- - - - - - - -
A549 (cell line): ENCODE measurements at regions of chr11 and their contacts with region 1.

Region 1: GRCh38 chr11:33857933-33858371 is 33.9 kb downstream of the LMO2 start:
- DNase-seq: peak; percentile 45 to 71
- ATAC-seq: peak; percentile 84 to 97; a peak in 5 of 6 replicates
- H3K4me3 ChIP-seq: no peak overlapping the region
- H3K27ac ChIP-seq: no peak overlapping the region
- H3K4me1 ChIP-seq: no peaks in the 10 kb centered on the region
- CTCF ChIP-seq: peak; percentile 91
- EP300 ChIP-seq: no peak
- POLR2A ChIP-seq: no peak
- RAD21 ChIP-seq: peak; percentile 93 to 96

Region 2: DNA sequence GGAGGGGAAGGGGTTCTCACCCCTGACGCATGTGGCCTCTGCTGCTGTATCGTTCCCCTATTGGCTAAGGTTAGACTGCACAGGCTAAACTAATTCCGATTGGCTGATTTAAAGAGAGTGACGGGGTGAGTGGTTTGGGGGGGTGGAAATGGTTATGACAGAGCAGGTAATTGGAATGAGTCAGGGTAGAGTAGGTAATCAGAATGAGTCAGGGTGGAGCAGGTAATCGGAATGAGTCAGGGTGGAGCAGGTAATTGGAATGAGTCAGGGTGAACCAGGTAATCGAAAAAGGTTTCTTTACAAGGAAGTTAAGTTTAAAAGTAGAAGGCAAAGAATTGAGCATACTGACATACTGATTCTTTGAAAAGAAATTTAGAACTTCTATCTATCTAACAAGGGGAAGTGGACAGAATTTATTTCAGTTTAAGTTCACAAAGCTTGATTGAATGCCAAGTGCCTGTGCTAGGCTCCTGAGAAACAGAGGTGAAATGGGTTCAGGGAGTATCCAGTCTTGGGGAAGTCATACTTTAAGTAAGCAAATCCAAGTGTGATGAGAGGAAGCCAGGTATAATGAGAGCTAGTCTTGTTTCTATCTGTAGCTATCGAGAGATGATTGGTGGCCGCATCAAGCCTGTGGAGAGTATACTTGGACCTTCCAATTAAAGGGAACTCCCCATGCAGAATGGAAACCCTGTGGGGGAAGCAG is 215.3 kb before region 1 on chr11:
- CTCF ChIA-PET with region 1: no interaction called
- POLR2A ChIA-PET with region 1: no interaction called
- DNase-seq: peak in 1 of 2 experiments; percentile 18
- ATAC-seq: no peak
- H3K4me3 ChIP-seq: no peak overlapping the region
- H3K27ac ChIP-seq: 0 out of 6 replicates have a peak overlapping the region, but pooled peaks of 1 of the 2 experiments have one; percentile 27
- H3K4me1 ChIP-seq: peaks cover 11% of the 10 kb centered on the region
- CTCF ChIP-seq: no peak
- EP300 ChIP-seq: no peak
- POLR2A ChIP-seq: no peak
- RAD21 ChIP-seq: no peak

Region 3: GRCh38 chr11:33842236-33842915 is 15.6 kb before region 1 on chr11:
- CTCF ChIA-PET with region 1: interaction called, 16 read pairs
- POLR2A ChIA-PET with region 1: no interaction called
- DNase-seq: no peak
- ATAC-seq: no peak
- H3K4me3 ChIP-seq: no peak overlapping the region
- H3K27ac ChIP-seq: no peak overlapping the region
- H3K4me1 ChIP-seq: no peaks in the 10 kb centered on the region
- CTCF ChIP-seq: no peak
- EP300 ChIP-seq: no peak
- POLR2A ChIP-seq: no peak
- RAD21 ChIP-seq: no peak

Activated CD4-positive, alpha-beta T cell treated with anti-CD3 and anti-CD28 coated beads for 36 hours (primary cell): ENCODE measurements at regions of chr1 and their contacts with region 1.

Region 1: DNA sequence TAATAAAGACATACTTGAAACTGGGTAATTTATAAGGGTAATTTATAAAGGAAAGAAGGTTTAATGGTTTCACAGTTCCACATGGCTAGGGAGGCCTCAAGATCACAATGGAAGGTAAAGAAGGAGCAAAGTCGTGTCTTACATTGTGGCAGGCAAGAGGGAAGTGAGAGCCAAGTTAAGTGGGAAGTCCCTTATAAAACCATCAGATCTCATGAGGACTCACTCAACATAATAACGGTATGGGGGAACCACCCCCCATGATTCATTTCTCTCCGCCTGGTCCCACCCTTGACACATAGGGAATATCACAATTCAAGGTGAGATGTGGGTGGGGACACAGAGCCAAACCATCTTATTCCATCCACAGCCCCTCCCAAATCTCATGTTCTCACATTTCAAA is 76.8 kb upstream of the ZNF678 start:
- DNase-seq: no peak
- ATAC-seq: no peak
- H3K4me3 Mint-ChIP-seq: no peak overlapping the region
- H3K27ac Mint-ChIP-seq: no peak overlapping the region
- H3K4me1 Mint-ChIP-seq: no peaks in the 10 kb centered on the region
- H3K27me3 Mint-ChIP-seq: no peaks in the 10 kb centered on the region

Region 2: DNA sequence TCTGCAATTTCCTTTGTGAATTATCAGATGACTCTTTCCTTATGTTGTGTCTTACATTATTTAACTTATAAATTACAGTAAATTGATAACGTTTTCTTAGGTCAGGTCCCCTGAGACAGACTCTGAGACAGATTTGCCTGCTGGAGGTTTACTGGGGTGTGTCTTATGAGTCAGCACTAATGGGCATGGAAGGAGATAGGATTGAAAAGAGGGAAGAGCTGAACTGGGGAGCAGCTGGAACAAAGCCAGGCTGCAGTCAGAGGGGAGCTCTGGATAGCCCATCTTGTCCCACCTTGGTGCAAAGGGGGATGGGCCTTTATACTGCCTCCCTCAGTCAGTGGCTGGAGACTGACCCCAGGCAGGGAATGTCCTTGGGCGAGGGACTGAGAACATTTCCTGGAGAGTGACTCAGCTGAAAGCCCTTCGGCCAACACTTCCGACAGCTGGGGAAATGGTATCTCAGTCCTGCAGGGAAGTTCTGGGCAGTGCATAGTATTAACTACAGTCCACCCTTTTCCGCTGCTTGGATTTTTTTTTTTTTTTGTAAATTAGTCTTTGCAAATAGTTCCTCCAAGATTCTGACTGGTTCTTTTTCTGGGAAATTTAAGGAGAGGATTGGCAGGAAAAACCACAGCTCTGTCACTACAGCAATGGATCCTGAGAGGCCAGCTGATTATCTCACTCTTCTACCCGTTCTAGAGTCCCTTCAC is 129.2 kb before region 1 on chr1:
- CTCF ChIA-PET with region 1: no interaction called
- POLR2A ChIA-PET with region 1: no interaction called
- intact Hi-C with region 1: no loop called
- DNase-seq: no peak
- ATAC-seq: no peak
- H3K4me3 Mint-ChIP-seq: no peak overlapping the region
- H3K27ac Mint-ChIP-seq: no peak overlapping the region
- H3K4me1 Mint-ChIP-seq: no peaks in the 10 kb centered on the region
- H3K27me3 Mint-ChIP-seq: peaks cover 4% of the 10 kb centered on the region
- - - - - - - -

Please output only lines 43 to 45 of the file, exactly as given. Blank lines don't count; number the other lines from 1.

- H3K27me3 Mint-ChIP-seq: no peaks in the 10 kb centered on the region

Region 2: DNA sequence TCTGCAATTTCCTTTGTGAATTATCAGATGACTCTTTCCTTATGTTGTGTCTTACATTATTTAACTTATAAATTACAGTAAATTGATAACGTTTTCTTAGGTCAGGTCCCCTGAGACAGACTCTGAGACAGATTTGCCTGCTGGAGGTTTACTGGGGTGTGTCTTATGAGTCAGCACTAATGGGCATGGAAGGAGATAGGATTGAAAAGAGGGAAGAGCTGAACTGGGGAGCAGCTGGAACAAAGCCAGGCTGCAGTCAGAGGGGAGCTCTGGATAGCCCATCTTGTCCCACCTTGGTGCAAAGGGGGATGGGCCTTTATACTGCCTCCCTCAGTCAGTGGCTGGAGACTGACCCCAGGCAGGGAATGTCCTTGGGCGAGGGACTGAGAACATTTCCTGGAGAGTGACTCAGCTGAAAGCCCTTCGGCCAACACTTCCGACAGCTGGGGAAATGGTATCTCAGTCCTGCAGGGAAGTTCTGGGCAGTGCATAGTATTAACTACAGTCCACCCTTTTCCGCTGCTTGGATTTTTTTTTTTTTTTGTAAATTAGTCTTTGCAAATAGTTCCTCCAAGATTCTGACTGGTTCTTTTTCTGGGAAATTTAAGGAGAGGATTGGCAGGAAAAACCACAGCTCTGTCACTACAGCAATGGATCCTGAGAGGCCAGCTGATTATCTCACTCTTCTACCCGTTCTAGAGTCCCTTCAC is 129.2 kb before region 1 on chr1:
- CTCF ChIA-PET with region 1: no interaction called